The company’s obligation, or lack thereof, to pay Ms. Lee a wage equal to that of Mr. Barkley is unclear. It should probably give her the raise to forestall any possible difficulty, but it might be the case that, strictly speaking, it need not. It would make sense for the company to train its middle managers in the rudiments of the federal and state law as it pertains to cases of this kind.
This case falls within the domain of the Equal Pay Act of 1963. Section 3 of this statute forbids differential pay for members of the opposite sex doing the same job except in the following instances: 1] a seniority system; 2] a merit system; 3] a system which assigns wages on the basis of quality and/or quantity of production; 4] “…a differential based on any factor other than sex…”. If the need arises for the company to make a defense of its current posture, then, obviously, it is the language of the fourth clause that would be the basis for that defense.
Levin-Epstein (1987) has noted that at least one appellate court has held that the phrase “any other factor than sex” does not mandate that such factors be either job-related or that they be typically used to set compensation scales has pointed out that this language would also permit “…salary differentials that stem from unequal starting salaries because of different experience levels…”.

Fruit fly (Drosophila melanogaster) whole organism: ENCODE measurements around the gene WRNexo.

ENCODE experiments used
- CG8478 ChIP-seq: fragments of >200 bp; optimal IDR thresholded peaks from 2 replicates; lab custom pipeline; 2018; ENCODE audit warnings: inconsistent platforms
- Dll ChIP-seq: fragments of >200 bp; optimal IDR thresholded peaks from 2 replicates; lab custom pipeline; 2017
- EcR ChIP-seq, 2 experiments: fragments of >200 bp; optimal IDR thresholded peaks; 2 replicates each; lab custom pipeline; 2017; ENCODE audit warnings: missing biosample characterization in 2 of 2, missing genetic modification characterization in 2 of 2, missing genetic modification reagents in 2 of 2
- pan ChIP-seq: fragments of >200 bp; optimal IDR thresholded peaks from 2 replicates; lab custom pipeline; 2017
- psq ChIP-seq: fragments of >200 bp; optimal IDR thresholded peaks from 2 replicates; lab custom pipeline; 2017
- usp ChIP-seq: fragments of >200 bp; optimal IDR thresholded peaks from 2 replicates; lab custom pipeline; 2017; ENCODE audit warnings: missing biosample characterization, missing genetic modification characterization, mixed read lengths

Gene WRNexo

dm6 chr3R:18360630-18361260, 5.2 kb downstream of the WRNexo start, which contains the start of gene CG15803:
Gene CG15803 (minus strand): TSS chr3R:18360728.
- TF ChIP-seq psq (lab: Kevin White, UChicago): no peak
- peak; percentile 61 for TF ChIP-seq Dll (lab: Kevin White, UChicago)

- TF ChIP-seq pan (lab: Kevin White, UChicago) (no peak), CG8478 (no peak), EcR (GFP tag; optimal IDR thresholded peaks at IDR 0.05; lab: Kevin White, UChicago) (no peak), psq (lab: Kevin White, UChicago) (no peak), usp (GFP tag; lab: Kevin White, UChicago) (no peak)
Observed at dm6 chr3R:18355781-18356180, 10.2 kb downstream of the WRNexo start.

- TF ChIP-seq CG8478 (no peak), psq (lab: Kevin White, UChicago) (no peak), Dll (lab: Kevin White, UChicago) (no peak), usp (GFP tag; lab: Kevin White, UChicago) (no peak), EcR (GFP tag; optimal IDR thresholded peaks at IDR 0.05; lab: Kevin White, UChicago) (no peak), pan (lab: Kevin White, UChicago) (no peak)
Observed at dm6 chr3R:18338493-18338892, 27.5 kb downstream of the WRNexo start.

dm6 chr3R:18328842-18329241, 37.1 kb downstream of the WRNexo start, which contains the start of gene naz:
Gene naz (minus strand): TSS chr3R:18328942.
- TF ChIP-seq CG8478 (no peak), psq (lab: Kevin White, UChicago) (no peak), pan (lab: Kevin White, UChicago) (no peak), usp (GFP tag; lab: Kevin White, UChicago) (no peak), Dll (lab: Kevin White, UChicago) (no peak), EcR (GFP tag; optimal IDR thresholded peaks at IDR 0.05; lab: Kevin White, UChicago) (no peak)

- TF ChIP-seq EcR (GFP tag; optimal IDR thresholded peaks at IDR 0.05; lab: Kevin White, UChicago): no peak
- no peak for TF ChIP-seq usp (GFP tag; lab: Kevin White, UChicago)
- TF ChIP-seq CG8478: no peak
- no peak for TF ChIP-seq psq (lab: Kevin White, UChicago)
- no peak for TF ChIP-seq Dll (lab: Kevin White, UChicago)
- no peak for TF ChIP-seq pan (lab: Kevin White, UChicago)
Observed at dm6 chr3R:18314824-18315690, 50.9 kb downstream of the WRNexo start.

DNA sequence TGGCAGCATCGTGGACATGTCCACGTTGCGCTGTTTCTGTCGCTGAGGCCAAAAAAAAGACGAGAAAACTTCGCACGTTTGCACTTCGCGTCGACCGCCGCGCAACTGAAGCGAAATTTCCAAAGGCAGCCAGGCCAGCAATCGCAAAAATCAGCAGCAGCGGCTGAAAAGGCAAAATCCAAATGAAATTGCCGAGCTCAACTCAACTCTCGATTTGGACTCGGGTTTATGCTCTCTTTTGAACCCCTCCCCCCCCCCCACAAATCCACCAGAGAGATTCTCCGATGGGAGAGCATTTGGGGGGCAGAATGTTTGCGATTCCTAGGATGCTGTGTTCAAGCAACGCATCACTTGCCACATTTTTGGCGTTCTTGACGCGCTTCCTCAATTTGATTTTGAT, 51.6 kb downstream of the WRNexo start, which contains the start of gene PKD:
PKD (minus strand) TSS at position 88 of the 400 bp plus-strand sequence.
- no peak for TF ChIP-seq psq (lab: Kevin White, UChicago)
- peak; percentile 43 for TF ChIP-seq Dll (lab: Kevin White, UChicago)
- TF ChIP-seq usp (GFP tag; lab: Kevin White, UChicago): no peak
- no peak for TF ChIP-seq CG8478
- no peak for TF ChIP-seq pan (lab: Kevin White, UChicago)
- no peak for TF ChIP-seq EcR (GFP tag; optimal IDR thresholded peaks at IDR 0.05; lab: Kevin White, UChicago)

Ms. Lee’s supervisor stated to her that the differential in question was a function of Mr. Barkley’s higher level of educational attainment and because the market for entry level Web page designers had become more competitive between the time she had been hired and the time Mr. Barkley had been hired.
Ms. Lee is not without a case here. What part of Mr. Barkley’s education would make him more qualified to design Web pages than Ms. Lee’s “few classes”? That is, does his higher level of education translate, as more actual job experience presumably would, into a higher level of expertise with respect to the actual job he does? If, in fact, he has had more Graphics Design, or Web page creation classes, than Ms. Lee, then the company is in the clear. Even though the company criterion for its wage differential need not, under court interpretation of the “any other factor than sex” clause, be job-related, it should, in the event of a dispute, have a position that is as legally fortified as possible. The company should check into what classes Mr. Barkley took and what classes Ms. Lee took. It might prove to be the case that she had taken more classes relevant to their work than he had. In that case the company’s position would be undermined.